Pat Shingleton: "Frog Ice and No A.C."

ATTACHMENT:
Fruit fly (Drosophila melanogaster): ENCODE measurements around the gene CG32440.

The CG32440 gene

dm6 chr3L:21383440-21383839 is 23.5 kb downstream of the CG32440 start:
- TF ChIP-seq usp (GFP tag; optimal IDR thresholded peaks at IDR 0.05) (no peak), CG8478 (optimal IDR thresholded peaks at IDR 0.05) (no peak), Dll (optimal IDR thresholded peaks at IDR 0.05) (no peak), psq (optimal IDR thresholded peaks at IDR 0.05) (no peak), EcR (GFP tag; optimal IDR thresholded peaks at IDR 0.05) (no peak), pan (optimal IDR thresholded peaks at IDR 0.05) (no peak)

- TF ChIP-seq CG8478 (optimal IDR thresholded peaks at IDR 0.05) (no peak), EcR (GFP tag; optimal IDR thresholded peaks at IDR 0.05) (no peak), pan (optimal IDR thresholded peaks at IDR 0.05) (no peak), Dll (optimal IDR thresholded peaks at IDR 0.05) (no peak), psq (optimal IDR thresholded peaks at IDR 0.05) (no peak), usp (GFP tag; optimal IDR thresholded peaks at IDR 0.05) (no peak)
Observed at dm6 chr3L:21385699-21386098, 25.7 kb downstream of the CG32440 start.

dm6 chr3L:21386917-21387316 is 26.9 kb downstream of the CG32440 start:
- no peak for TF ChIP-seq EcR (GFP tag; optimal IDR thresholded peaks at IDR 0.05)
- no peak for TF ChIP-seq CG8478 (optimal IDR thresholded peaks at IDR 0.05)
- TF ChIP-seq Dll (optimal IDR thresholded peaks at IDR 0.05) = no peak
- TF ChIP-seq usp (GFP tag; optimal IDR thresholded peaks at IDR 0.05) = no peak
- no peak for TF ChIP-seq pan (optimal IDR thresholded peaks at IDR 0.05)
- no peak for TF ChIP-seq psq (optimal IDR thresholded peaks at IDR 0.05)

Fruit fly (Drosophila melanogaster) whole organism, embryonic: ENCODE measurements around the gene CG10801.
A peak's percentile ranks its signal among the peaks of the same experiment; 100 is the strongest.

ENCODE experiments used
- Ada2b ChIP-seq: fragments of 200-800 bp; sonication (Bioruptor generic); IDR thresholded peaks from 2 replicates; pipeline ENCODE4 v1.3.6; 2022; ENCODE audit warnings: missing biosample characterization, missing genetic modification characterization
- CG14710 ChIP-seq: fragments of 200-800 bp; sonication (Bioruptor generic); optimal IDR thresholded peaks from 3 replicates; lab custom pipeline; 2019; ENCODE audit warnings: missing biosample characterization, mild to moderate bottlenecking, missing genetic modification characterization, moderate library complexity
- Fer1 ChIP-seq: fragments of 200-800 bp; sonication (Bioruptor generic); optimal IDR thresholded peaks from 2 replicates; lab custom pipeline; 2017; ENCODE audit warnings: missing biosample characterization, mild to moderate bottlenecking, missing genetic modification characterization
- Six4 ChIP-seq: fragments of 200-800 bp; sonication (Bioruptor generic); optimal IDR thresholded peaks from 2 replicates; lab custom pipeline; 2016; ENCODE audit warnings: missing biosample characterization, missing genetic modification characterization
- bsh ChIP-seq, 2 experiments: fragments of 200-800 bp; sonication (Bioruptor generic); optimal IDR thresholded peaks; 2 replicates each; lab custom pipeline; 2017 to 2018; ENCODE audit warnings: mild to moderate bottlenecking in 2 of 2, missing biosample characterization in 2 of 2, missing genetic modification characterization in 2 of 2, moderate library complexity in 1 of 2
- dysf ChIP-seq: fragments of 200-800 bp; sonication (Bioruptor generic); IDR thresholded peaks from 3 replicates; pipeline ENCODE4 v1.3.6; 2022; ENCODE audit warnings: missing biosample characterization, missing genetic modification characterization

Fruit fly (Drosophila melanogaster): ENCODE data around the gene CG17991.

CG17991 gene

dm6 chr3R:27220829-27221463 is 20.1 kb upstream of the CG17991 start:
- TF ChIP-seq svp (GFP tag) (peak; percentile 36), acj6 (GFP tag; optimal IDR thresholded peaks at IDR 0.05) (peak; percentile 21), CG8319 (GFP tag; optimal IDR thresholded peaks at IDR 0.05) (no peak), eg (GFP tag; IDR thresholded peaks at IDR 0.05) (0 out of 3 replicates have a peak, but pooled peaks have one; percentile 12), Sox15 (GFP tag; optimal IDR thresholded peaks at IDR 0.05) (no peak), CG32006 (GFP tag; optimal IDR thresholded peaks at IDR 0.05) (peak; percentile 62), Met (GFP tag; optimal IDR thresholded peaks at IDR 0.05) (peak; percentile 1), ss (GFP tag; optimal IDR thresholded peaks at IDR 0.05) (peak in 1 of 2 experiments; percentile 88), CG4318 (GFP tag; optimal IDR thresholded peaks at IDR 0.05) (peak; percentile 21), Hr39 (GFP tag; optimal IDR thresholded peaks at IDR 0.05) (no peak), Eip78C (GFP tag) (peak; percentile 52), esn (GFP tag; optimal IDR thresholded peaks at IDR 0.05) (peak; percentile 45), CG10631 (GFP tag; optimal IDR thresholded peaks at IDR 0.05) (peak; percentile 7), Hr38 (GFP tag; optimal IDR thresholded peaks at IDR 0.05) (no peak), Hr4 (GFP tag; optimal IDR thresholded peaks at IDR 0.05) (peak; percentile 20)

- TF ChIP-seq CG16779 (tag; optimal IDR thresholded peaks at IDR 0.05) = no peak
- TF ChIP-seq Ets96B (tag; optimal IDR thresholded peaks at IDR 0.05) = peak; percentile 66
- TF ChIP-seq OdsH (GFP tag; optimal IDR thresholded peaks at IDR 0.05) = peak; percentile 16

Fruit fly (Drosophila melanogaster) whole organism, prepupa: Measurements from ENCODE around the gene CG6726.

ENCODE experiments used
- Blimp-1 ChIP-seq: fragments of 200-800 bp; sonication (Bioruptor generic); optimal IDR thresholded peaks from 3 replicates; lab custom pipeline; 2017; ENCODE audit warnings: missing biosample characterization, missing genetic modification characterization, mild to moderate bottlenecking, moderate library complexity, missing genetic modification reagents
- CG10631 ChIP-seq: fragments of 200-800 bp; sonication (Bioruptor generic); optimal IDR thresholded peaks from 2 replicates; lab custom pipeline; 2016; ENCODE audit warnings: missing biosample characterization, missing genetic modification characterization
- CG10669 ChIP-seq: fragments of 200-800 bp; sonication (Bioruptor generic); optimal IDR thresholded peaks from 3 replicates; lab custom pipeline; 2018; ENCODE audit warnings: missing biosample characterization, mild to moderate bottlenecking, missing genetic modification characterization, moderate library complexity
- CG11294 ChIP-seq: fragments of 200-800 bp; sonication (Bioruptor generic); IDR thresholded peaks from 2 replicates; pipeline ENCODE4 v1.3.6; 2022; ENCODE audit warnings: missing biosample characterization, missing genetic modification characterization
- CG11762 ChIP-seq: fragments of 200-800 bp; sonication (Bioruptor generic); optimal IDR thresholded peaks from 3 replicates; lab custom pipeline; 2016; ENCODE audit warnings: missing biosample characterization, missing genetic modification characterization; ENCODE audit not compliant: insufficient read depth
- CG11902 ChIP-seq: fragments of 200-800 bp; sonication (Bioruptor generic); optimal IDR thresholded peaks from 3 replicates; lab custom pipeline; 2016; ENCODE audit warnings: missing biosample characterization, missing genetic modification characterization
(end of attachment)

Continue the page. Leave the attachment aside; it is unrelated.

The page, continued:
On this date in 1882, Dubuque Iowa’s Monthly Weather Review noted that “frog-hail” was recorded following a thunderstorm. Residents reported that melting hailstones disclosed small living frogs while larger chunks of ice also contained living frogs. The ice chunks measured between one and seventeen inches in diameter, varying from an inch to the size of baseballs and the biggest chunk weighed nearly two pounds. The Monthly Weather Review believed that the objects may not have been legitimate hailstones but a cluster of larger stones melted together. In Pontiac, Canada, in 1864, falling ice between an inch and two inches contained small frogs and in a town that no longer exists, Bovington, Mississippi, a six-by-eight inch gopher turtle fell from a thunderstorm, entirely encased in ice. In closing, if you're visiting from other parts of the country, sometimes it's hotter and steamier than this. Years ago, air-conditioning was limited to stores, offices and bars. Air conditioning today provides comfort in the car, bus, train, and jet, with numerous units for the house and office. Fifty years ago, keeping cool occurred by moving air and ventilation, courtesy of an electric fan. Older homes in our area included a 4-by-4 fan - in the attic, creating comfort, solely on the principle of circulation. With screened windows, a persistent draft of air would flow from room to room. The ceiling fan also enhanced the movement of air. By re-circulating the rising heat, this simple, time-tested device provided a downdraft of comfortable air to individual rooms.